I spent the past week at my parents’ house helping my dad recover from his hip replacement surgery. While I was prepared to cook, clean, and do laundry for him, I was not prepared for the onslaught of emotions that came with it.

My dad does not have Alzheimer’s or dementia, but in some ways caring for him greatly triggered memories of caring for my mom over the years.

Helping him in and out of the recliner in their family room—the same recliner my mom used to sit in.

Helping him walk down their street and to the pond with his cane or walker—the same street and the same pond I used to walk to with my mom.

Looking up to see him sitting in a wheelchair at their kitchen table, waiting for me to bring him his meal—the same way my mom used to sit at the same kitchen table, waiting for me to bring her her meal.


Heartbreaking, to say the least.

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I was definitely not prepared for the fresh wave of grief that came with staying in my parents’ home for a week.

I was surrounded by constant reminders of my mom and endless realizations that she no longer inhabits this space.

I would walk around the house and wonder . . . 

How many times did she stand at this sink washing the dishes?

How many times did she cook dinner for our family at this stove?

How many times did she shower in this bathroom and put on this bathrobe when she was done?

How many times did she close this bedroom door after tucking me in and saying goodnight?

I can picture her in every corner of every room in this house.

I can feel her presence all around me.

It’s as if she just walked out of the room as I entered it.


It’s almost as if she’s still here.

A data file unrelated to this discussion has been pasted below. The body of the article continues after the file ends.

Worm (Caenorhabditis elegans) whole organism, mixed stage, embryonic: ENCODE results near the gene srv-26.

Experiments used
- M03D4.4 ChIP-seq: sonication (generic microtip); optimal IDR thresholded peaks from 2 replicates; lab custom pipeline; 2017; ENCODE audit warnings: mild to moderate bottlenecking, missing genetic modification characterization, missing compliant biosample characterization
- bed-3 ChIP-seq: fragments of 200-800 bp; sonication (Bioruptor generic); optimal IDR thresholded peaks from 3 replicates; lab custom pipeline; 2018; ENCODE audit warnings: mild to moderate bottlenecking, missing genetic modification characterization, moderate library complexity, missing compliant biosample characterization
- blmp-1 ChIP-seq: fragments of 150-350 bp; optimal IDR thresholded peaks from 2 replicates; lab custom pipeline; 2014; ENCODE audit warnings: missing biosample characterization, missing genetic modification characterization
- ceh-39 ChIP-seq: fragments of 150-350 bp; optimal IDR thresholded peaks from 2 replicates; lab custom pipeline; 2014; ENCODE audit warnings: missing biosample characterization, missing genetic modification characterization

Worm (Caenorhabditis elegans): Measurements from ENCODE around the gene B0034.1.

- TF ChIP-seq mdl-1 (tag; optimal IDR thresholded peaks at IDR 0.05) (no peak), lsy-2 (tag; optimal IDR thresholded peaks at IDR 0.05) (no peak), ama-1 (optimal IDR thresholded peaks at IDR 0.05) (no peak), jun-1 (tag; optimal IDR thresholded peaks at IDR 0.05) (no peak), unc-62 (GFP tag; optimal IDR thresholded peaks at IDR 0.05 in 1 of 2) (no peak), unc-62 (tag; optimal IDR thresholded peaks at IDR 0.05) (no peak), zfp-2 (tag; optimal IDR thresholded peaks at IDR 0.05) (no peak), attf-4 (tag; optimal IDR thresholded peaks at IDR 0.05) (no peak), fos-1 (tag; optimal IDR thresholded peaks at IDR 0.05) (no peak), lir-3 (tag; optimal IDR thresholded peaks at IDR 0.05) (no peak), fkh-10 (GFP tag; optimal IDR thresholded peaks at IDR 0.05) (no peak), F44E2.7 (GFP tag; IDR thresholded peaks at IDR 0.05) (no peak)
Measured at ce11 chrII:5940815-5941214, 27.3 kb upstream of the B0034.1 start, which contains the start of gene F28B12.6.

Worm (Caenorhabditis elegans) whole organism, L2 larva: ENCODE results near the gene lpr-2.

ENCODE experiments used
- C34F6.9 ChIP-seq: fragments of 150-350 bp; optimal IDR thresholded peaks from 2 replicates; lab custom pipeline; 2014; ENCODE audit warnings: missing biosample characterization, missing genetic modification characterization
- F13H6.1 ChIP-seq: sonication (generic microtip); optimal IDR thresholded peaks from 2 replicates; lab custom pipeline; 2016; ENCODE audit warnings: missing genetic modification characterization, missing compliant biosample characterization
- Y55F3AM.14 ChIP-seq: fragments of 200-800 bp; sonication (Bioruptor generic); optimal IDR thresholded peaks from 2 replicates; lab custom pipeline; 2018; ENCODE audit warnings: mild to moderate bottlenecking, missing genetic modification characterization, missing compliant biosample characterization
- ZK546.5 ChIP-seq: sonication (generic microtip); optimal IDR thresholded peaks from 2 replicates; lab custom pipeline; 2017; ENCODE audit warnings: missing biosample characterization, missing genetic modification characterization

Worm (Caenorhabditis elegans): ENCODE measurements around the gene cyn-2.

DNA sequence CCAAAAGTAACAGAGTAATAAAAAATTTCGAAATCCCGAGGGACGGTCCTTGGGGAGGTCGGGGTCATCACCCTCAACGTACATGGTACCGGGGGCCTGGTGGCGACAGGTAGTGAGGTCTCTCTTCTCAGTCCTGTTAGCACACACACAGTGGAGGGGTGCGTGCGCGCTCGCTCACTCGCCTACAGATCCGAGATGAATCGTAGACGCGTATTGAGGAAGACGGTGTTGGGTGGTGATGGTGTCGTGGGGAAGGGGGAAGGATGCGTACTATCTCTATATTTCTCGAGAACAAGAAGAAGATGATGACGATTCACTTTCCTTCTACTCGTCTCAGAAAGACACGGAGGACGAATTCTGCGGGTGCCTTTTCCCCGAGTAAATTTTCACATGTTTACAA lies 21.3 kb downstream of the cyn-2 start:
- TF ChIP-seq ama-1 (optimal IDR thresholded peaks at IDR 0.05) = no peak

But at the same time, it is so painfully obvious that she’s gone.

And she’s never coming back.

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Your childhood home will never be the same after one of your parents dies.

It is empty, yet somehow it is still full.

Full of love.

Full of memories.

Full of nostalgia.

But forever empty of her.

I think part of what triggered me so much is that I now have a glimpse into my dad’s life without my mom.

It is sad and lonely.

He is sad and lonely.

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The only thing harder than losing my mom is seeing my dad lost without her.

I guess we just miss her and as normal as that is, it still sucks.

And it probably always will.

Originally published on the author’s blog

Lauren Dykovitz

Lauren Dykovitz is a writer and author. She lives in New Jersey with her husband and two black labs. Her mom, Jerie, was diagnosed with Alzheimer’s disease in 2010 at age 62. Lauren was only 25 years old at the time. Jerie passed away in April 2020 after a ten-year battle with Alzheimer's. Lauren writes about her experience on her blog, Life, Love, and Alzheimer’s. She has also been a contributing writer for several other Alzheimer’s blogs and websites. Lauren self-published her first book, Learning to Weather the Storm: A Story of Life, Love, and Alzheimer's. She is also a member of AlzAuthors, a group of authors who have written books about Alzheimer’s and dementia. Please visit lifeloveandalzheimers.com to read more about Lauren’s journey.